GROUP E: Neil Kiernan & Rim Kalsoum
Food for Thought: Cultivating positive food practices in Deptford
LARGE SCALE FOOD production, intensive processing, consumption practices and waste are having noticeable impacts on the environment and our health. High quality, low processed, nutrient rich, food has the potential to mitigate this. The brief asked the students to design a public building in Deptford to house the production and operation of a sustainable food offering for the local community, incorporating circular economy principles. Carefully researched site and food investigations helped each student generate an innovative and exciting client brief. Final proposals included a nettle and snail bakery, a cricket farm and eatery, a nutritious algae production plant and a riverside CO2 supplement takeaway laboratory!
GROUP F: Yannick Guillen & Natalie Newey
THE STUDENTS INVESTIGATED the role of play in our built environments, and how this can offer much needed feelings of freedom, joy and personal expression.They designed a place of learning with a creative or active focus to encourage experimentation and collaboration amongst its users. Flexibility is key. Integral to the designs are sustainable building practices to deliver comfortable and stimulating spaces with a low environmental impact. The proposals invite the local community to participate through exhibitions, performances or workshops which showcase the creative output of its users and promote a more inclusive urban environment.
GROUP G: Matthew Stewart & Bongani Muchemwa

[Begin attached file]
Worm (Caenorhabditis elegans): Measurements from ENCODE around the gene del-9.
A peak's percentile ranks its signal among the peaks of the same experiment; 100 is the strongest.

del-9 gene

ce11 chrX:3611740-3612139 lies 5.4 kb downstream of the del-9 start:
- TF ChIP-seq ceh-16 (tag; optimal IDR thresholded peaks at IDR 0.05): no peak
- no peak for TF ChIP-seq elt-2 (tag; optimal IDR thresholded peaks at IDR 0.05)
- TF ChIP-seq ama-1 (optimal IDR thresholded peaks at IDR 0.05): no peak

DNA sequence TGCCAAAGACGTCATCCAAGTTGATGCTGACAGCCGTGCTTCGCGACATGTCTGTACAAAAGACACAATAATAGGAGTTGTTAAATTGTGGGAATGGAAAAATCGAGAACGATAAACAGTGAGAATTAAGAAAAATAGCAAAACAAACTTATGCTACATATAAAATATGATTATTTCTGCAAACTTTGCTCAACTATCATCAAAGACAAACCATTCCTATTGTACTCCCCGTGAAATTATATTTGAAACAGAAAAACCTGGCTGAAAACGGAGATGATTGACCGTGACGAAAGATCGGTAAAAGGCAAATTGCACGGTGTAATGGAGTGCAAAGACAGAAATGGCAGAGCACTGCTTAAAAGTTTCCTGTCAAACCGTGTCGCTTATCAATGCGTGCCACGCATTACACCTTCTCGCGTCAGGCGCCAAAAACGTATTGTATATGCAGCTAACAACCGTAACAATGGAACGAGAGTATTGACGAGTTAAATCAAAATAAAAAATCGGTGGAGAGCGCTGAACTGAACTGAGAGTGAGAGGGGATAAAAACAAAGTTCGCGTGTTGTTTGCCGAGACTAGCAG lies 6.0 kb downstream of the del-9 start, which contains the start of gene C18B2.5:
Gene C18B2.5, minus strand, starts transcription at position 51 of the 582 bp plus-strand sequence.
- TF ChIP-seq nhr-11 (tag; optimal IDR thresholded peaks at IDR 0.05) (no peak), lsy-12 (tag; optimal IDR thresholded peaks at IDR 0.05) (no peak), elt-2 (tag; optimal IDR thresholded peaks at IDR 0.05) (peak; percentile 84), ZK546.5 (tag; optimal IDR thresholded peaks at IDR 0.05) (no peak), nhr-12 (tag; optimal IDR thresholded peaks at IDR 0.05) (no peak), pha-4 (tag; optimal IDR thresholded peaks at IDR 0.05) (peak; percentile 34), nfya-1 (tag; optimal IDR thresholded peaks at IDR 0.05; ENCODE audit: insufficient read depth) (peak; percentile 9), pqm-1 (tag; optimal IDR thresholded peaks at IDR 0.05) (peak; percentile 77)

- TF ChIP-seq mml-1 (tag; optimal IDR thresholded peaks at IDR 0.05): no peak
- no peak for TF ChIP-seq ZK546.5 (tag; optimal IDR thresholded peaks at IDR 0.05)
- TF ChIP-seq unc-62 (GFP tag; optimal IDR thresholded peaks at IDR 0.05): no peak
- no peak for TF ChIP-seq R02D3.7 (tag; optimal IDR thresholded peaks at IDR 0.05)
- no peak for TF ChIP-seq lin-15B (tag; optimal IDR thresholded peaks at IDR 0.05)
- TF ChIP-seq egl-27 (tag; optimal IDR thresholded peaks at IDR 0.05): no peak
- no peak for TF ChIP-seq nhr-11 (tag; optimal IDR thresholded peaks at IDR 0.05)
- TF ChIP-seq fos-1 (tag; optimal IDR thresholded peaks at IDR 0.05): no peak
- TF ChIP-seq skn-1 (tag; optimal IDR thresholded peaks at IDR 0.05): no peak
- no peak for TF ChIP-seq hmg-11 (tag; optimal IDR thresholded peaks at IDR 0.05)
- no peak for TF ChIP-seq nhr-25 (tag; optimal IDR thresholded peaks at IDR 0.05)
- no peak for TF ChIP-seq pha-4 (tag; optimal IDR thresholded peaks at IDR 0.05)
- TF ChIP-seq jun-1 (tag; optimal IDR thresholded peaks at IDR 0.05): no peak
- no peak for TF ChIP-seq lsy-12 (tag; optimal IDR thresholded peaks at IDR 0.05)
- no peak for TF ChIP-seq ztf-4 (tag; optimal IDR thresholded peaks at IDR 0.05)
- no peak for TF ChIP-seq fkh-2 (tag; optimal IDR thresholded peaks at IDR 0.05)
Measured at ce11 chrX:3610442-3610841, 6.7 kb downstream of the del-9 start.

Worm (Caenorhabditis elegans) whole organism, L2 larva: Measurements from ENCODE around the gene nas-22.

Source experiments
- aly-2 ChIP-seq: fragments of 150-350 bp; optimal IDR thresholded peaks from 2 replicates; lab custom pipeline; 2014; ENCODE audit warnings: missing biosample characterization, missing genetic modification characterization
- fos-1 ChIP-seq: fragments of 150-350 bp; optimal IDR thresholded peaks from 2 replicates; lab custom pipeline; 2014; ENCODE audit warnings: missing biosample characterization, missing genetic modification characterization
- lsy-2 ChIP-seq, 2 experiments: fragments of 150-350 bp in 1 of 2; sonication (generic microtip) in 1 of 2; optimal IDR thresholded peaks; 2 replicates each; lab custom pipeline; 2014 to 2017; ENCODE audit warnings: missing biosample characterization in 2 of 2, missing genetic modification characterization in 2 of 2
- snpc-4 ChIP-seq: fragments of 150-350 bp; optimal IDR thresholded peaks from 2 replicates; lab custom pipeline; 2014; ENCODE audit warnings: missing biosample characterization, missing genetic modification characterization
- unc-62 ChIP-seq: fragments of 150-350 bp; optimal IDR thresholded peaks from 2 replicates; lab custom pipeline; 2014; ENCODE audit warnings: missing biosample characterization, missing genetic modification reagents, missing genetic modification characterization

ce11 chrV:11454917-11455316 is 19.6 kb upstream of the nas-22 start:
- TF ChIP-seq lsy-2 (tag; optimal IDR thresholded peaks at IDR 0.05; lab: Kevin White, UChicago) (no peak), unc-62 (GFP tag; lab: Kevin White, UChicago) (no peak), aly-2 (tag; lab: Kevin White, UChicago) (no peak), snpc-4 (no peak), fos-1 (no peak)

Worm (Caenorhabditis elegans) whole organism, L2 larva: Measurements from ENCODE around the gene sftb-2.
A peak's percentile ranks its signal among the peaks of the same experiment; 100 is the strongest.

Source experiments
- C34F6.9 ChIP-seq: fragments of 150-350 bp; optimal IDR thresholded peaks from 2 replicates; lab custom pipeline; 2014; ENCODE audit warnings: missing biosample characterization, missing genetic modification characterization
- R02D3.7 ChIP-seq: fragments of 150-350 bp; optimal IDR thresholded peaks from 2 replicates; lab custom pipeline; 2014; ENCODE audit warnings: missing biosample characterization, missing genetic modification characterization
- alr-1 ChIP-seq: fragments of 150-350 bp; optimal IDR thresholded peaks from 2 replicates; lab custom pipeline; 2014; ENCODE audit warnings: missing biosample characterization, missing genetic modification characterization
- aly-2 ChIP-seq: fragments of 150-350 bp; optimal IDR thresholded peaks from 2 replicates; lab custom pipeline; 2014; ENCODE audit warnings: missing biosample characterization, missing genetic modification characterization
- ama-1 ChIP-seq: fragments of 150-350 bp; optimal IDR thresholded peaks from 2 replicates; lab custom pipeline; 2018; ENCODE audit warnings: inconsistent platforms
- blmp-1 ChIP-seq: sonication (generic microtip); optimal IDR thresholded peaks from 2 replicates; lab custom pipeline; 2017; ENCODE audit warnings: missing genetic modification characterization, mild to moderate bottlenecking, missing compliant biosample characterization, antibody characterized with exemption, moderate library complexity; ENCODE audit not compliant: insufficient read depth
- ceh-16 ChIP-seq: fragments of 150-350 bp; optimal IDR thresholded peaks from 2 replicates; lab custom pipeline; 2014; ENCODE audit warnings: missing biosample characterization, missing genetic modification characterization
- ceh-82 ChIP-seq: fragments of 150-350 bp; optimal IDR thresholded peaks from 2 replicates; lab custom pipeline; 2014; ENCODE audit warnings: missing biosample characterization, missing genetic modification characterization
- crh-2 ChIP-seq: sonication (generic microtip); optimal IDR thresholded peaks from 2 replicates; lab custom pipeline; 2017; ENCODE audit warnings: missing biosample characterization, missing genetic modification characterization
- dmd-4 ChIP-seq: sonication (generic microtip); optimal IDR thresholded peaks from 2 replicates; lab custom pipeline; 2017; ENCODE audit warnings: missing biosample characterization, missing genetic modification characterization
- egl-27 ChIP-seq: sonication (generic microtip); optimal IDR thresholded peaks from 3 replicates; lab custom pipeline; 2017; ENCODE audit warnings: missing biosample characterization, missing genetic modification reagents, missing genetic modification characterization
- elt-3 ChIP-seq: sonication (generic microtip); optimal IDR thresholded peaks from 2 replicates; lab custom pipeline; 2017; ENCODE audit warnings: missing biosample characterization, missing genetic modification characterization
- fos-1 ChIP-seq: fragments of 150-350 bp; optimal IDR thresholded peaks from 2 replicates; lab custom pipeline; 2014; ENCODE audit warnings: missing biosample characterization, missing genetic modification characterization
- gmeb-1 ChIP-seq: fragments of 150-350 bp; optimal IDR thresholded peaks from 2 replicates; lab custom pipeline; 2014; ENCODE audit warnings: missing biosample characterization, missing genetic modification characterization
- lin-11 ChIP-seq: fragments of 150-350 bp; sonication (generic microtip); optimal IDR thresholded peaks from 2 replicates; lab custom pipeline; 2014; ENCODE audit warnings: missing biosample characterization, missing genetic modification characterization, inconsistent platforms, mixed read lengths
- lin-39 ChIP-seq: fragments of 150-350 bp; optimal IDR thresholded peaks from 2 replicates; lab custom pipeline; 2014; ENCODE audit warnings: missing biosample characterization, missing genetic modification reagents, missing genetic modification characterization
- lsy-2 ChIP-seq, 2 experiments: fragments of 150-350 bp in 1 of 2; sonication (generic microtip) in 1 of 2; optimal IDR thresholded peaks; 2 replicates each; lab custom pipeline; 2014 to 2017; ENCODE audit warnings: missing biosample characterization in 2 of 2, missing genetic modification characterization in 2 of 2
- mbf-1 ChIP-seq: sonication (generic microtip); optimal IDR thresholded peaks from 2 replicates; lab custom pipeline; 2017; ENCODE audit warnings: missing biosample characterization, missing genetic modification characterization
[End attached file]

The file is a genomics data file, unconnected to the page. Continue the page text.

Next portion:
OUR MAIN PROJECT this year was to design a series of live, work and public spaces for an artist in Deptford. Projects were asked to respond to and reimagine our everyday relationships with waste. Buildings navigated a series of spatial scales while reacting to the artist’s materials needs, wider site and community contexts.
GROUP H: Balveer Mankia, Benson Lau & Carine Berger Woiezechoski
Deptford Environmental Incubator
THE STUDENTS WERE asked to design a sustainable research and development centre or ‘environmental incubator’ which operates as both a private facility for pioneering academic researchers and a public facility that educates the local community on a particular field of sustainable design through a series of immersive spatial activities. The brief focuses on three unique sites in Deptford, each with one of the following pre- defined themes: Biomaterial production and recycling; biophilia and biodiversity for mindfulness; water/solar energy harvesting for urban farming.
GROUP J: Vasilija Abramović
The Transforming Artist Studio
IN THE SECOND semester students were asked to design a building for an artist to live, work and exhibit their artwork. The research into their artist’s character, eccentricities, routines, rituals as well as their process of working as an artist, informed the development of their individual programmes. This project explores the creation of architectural spaces that facilitate adaptation; abandoning preconceived architecture as static and predefined. The students were asked to use the notions of flexibility, adaptability and transformability as their main design method in order to create flexible spaces that can effectively change over time and adapt to different uses.